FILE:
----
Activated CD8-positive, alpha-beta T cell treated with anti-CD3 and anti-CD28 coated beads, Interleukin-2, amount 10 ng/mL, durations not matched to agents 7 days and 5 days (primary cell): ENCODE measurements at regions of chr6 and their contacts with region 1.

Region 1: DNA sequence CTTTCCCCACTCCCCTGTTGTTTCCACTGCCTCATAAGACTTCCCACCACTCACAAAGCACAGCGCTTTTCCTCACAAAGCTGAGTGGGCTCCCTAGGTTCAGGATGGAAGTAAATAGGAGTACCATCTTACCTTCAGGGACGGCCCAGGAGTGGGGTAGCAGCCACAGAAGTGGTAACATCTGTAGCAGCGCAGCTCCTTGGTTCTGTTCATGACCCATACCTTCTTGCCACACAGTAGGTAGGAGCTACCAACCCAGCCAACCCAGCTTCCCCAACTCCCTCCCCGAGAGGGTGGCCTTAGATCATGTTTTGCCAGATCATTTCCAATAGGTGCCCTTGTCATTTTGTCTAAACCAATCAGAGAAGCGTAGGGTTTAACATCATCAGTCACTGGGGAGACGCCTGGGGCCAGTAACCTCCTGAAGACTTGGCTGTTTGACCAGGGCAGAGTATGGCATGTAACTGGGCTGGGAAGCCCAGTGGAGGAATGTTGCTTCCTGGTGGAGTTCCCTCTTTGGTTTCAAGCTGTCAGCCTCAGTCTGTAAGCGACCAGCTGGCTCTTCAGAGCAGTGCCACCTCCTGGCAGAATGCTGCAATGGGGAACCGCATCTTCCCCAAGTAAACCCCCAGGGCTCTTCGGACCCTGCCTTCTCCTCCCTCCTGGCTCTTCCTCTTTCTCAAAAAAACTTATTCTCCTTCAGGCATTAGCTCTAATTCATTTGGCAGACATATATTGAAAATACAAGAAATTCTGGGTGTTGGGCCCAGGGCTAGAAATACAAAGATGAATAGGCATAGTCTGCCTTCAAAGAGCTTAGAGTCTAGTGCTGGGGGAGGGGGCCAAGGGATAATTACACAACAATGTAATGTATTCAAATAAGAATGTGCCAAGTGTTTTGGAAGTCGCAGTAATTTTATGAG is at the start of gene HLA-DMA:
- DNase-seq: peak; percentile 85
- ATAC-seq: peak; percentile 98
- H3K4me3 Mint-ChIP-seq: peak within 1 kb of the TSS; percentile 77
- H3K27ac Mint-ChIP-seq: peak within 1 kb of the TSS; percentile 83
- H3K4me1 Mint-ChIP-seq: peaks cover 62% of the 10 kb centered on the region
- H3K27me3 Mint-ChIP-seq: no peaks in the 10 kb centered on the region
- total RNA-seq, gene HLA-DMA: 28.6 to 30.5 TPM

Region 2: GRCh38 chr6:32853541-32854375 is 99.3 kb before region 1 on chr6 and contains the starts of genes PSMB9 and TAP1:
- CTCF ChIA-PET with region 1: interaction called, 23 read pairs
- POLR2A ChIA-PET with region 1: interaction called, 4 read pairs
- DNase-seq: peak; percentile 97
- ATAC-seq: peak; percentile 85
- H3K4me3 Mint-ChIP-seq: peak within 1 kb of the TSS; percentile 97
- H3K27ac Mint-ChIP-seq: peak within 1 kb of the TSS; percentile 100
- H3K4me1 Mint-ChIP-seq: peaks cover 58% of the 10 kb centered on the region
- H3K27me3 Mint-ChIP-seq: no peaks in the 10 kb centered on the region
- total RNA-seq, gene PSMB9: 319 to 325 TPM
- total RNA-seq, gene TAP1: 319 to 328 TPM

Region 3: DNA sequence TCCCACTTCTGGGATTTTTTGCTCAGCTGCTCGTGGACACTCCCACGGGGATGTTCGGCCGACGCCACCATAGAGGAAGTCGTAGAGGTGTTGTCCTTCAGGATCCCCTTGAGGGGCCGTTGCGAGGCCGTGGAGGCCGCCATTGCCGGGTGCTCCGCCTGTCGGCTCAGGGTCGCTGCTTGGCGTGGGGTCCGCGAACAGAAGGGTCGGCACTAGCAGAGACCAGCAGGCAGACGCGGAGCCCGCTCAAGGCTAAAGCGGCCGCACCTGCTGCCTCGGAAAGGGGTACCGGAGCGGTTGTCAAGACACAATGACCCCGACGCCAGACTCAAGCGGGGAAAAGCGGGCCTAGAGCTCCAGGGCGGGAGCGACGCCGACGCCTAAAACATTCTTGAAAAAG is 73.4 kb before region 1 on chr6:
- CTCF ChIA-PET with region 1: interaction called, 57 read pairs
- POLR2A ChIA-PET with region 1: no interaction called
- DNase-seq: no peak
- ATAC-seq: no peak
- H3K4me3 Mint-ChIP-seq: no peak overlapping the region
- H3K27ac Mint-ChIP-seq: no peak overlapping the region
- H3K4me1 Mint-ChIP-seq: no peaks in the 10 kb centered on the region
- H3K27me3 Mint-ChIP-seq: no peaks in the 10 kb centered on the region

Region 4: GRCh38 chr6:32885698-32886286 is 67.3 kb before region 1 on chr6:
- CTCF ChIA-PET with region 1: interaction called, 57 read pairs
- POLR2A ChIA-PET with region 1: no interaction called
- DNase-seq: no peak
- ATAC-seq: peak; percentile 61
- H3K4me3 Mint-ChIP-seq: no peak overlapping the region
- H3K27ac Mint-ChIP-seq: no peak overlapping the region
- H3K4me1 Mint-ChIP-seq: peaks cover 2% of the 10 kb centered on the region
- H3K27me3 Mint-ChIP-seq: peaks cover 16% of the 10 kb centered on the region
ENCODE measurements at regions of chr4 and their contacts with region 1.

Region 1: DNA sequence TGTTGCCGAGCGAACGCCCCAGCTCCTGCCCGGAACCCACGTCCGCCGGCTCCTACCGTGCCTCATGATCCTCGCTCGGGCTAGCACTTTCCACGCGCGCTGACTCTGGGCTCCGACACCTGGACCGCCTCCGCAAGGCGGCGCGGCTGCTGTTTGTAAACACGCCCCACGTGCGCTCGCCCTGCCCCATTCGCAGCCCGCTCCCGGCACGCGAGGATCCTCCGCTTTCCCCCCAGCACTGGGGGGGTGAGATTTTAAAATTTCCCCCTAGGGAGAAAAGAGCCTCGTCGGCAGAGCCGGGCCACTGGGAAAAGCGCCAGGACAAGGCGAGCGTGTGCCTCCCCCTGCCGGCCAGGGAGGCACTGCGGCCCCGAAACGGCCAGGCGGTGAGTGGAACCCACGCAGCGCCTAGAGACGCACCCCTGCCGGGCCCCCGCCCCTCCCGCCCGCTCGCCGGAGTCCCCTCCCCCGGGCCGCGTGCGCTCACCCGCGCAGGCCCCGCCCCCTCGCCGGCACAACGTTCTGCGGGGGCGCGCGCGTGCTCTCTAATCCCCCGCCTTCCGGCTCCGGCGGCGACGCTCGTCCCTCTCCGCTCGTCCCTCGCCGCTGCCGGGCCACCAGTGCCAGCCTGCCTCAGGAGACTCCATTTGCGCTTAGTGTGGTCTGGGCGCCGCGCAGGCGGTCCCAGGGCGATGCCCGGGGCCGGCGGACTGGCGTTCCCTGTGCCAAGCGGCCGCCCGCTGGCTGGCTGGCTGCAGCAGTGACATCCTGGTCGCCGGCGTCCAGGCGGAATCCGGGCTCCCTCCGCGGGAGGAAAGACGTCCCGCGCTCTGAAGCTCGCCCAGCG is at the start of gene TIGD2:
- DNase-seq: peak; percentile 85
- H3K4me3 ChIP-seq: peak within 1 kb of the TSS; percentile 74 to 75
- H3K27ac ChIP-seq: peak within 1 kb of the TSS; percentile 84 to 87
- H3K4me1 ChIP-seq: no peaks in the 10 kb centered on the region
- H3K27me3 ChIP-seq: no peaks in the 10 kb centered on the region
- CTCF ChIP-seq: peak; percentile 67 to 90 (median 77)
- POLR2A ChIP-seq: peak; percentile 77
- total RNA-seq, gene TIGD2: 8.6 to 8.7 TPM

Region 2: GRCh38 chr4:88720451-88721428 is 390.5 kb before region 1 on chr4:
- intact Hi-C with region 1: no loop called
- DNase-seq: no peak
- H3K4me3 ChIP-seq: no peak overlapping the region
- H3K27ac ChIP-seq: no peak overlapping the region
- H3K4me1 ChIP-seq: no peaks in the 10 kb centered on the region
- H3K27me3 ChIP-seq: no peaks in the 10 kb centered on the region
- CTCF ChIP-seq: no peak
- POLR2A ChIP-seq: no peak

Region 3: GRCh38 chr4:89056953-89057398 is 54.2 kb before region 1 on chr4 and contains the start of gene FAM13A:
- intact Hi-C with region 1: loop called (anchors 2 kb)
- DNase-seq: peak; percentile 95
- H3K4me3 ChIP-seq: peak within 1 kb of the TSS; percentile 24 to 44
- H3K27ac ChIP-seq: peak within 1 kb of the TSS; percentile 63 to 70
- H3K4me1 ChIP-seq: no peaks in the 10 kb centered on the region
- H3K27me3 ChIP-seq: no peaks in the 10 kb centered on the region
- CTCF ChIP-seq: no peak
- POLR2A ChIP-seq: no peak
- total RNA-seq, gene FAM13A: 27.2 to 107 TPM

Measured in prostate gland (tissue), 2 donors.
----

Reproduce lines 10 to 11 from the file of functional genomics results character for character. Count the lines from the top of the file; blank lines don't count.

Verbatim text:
Region 2: GRCh38 chr6:32853541-32854375 is 99.3 kb before region 1 on chr6 and contains the starts of genes PSMB9 and TAP1:
- CTCF ChIA-PET with region 1: interaction called, 23 read pairs